Nothing can sap the marrow from a nation faster

than an impetuous leader

spoiling for war

(or one who is unwise in its waging).

Only a leader who is willing to count the profound cost and consequences of war

stands a chance of entering into such a inauspicious endeavour

without perpetuating widespread harm

and destroying his own country in the process.

Though skilled soldiers may be well trained and well-equipped with advanced weaponry —

though an effective military may have the latest in technological resources and vast logistical support at its disposal —

assembling, maintaining and transporting such a force comes at a great price.

Listen closely!

The purpose of war is not to attain power, prestige, position or wealth

nor even the fleeting glory of victory...

but rather, of dire necessity.

Wise leaders enter into a military campaign only if compelled —

and then only with the utmost restraint.

He enters a battle gravely —

with gravity and great compassion,

as if in mourning —

as if attending a funeral.

For soldiers far from home will eventually lose heart.

Weapons long at war will eventually lose their efficacy.

Warfare exhausts human, technological and financial resources.

The heart of a nation is weakened by the continual conscription of its sons and daughters.

The pockets of the people are emptied by the continual levying of taxes.

The resources of the land are depleted and polluted by endless conflict.

A nation wearied like this is weak at home and weak in the field;

at risk to become easy prey for ambitious oligarchs.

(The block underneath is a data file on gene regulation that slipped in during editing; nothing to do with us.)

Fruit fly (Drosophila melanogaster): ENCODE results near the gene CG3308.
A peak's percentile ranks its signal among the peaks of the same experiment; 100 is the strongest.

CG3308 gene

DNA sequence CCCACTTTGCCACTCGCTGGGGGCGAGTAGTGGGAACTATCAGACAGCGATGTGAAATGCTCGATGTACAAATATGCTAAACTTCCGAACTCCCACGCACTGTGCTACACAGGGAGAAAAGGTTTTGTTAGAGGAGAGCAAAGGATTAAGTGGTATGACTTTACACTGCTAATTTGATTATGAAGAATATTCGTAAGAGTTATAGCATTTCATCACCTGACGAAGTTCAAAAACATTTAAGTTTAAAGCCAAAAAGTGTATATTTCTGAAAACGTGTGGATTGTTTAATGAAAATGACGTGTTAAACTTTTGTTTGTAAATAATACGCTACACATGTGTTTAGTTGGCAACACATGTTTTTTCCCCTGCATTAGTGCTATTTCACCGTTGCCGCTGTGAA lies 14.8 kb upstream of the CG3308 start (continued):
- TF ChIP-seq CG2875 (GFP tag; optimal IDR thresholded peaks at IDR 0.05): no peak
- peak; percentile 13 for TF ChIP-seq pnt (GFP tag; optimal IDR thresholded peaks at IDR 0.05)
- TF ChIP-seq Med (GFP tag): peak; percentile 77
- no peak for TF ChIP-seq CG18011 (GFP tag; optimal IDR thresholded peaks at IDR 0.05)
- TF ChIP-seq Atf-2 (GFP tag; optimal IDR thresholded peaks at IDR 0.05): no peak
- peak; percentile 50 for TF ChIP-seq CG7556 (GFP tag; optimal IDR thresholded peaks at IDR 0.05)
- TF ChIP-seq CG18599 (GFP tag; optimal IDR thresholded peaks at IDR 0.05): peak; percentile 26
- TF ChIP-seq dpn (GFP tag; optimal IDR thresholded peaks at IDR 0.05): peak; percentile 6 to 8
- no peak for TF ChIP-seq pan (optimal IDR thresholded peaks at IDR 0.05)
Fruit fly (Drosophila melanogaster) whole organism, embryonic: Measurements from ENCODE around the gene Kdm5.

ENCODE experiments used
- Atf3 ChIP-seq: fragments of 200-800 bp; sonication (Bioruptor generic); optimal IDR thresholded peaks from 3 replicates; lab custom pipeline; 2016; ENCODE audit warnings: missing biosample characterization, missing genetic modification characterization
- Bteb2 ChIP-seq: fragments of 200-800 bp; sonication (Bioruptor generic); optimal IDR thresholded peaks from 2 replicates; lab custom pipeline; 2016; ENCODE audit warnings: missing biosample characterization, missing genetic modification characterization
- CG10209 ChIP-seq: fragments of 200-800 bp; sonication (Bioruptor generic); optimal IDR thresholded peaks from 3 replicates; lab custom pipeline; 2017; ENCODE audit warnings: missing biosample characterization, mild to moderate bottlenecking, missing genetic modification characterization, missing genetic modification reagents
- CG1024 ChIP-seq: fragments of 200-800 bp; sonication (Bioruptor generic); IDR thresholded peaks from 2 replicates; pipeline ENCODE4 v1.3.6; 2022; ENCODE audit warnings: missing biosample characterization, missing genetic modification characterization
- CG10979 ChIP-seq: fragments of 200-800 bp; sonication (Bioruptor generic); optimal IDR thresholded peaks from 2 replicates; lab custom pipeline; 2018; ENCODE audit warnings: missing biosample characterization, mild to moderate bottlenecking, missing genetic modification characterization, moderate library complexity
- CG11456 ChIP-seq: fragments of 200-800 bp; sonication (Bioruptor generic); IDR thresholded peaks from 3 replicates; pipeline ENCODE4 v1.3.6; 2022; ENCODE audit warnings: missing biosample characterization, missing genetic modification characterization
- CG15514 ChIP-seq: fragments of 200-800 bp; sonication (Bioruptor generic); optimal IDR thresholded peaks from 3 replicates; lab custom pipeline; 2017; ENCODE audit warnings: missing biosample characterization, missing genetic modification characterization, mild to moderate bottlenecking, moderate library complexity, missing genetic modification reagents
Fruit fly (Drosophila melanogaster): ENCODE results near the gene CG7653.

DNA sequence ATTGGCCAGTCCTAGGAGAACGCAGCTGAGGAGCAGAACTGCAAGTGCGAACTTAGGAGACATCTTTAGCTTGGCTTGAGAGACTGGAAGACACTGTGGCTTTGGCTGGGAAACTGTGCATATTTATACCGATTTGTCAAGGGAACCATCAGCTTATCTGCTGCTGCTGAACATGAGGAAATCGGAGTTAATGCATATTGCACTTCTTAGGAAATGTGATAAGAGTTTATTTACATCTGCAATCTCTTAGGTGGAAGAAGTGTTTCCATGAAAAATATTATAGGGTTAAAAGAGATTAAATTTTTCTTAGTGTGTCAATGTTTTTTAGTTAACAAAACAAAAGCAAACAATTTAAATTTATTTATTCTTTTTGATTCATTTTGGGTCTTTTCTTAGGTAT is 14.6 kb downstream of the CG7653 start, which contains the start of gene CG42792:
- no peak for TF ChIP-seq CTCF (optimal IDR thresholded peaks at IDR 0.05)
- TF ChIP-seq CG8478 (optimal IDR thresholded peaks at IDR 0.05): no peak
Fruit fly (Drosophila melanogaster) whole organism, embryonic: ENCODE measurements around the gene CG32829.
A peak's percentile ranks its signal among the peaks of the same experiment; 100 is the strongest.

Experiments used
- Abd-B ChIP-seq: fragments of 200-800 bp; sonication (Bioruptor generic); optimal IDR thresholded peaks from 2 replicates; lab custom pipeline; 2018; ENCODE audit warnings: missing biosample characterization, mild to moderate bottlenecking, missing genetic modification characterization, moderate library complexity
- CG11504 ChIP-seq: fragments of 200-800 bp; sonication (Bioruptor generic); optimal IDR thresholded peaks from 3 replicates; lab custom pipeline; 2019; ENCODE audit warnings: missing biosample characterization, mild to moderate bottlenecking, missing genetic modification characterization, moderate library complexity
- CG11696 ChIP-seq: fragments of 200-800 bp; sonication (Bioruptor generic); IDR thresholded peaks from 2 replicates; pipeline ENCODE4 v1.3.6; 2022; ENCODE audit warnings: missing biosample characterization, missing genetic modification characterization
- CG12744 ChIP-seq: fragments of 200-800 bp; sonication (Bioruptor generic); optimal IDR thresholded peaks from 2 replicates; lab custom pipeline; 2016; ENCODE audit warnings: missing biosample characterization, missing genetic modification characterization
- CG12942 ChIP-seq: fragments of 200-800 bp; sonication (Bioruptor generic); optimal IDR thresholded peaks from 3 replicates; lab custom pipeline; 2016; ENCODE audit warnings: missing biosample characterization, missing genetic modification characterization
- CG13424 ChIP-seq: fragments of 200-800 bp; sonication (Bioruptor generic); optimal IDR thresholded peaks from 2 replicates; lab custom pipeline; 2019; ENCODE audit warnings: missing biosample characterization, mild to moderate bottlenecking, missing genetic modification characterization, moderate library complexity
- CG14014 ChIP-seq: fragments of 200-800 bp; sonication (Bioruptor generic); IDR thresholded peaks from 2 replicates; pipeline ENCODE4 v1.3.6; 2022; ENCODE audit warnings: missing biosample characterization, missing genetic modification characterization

The wise leader knows that even an army stationed and supplied at home heavily taxes a nation —

drives prices up and impoverishes the people.

Greater still is the scarcity born of waging long wars at great distances.

No nation has ever benefited from it.

Therefore, a wise leader avoids repeatedly raiding the country's families of their sons and daughters for soldiering,

their purses for money to buy weapons,

and their peace to wage war.

If no other solution can be found but to engage in warfare,

then plan strategically,

weigh the costs carefully,

then strike swiftly as a tiger —

with alacrity and precision.

With gratitude and respect,

honour and properly care for your soldiers and for all manifestations of Life,

in the process.

Do as little harm as possible.

Weaken the adversary, by using his own force against him —

replacing his flags with yours,

and turning his own weapons back upon him.

Utilize his resources to sustain your efforts,

but once the work is done and he has been subdued,

restore order and peace as quickly as possible,

while treating him and the people

with honour, dignity, respect, distributive justice, and true compassion.

For victory is not defined in the winning,

but in ensuring that the conflict is resolved swiftly —

with the least amount of harm and destruction —

ensuring the long-term health, well-being and prosperity of the planet

and all of her children —

all our brothers and sisters —

all manifestations of Life.

Only a leader who realizes and puts these principles into practice

is truly fit









Not two.

— a literary adaptation of a teaching of Sūn Zǐ 孙子 (Sun Tzu), the 5th century BCE Chinese general, military strategist, and philosopher, as recorded in the book Sūn Zǐ Bīng Fǎ 孙子兵法 ('Master Sūn's Military Method’s') or what has been more commonly translated into English as 'The Art of War', based on a translation by Brian Browne Walker, as well as a teaching of Lǎo Zǐ 老子, 6th century BCE philosopher, teacher and archivist as recorded in the Dào Dé Jīng 道德經 (the Book on the Nature of the Way), based on translations by Stephen Mitchell, Luke Chan and Hua-Ching Ni

May your every breath be peace, light and love.